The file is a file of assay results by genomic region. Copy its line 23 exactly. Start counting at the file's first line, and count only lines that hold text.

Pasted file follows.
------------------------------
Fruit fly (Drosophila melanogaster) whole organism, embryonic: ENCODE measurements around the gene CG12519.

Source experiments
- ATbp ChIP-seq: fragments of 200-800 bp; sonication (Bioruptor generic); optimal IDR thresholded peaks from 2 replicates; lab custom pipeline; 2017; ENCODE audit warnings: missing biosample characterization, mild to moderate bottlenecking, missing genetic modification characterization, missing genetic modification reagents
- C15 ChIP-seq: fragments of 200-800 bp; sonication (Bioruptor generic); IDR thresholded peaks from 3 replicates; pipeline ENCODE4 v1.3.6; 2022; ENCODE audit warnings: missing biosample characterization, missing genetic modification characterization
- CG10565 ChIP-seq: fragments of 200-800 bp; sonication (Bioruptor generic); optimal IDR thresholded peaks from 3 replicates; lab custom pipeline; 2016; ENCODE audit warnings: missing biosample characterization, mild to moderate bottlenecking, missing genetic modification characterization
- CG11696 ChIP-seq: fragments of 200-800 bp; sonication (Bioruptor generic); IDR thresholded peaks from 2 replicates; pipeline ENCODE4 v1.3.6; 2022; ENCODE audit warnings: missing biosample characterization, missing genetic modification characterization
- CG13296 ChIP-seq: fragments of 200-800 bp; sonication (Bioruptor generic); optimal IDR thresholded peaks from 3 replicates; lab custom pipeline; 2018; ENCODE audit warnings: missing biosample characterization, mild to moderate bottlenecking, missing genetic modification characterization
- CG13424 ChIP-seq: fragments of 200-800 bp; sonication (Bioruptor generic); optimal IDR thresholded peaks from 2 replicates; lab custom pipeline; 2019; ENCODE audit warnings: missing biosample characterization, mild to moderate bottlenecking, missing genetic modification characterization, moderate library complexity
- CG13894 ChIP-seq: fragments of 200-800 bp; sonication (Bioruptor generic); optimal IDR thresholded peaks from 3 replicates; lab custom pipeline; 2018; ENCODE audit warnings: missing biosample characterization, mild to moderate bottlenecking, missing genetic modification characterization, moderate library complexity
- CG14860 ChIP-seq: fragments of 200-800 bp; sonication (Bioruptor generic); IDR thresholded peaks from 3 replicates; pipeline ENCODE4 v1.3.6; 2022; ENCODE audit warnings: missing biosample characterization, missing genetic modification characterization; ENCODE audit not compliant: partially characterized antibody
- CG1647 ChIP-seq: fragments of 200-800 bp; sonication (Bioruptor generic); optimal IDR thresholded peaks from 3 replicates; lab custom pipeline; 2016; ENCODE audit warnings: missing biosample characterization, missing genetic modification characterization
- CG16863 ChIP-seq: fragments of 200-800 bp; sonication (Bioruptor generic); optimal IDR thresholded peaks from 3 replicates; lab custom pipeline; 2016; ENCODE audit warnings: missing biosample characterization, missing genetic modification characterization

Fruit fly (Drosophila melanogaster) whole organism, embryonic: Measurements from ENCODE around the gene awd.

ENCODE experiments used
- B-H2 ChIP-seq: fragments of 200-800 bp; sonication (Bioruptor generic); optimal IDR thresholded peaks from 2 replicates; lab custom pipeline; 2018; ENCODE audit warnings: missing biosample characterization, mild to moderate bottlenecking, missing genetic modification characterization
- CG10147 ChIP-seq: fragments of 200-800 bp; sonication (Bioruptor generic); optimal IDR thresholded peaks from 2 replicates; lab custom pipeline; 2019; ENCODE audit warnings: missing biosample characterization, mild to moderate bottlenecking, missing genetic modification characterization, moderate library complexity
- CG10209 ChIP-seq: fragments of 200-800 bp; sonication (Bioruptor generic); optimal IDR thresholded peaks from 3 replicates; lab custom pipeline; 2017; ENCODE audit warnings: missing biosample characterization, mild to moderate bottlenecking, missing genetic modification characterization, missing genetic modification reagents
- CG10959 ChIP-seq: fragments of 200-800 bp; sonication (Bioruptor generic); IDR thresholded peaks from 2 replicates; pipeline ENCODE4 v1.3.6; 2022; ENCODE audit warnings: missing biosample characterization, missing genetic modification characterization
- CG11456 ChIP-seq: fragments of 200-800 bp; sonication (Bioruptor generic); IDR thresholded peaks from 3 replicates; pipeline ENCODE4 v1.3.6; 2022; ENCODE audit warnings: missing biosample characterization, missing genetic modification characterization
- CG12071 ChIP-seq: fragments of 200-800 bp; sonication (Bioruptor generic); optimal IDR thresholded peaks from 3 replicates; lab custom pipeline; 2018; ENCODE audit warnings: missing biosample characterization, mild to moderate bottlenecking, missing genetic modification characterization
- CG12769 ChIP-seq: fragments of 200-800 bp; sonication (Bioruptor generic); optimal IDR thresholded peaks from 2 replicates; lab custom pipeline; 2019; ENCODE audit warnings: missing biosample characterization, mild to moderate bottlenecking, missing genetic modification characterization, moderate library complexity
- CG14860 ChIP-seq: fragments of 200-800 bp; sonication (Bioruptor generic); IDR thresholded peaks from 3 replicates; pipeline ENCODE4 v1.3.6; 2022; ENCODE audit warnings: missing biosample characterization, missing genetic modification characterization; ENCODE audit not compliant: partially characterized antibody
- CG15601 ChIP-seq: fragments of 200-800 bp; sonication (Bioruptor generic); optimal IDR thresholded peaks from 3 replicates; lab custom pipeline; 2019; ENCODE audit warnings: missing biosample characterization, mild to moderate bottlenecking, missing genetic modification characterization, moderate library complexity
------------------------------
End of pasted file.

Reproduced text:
- CG15601 ChIP-seq: fragments of 200-800 bp; sonication (Bioruptor generic); optimal IDR thresholded peaks from 3 replicates; lab custom pipeline; 2019; ENCODE audit warnings: missing biosample characterization, mild to moderate bottlenecking, missing genetic modification characterization, moderate library complexity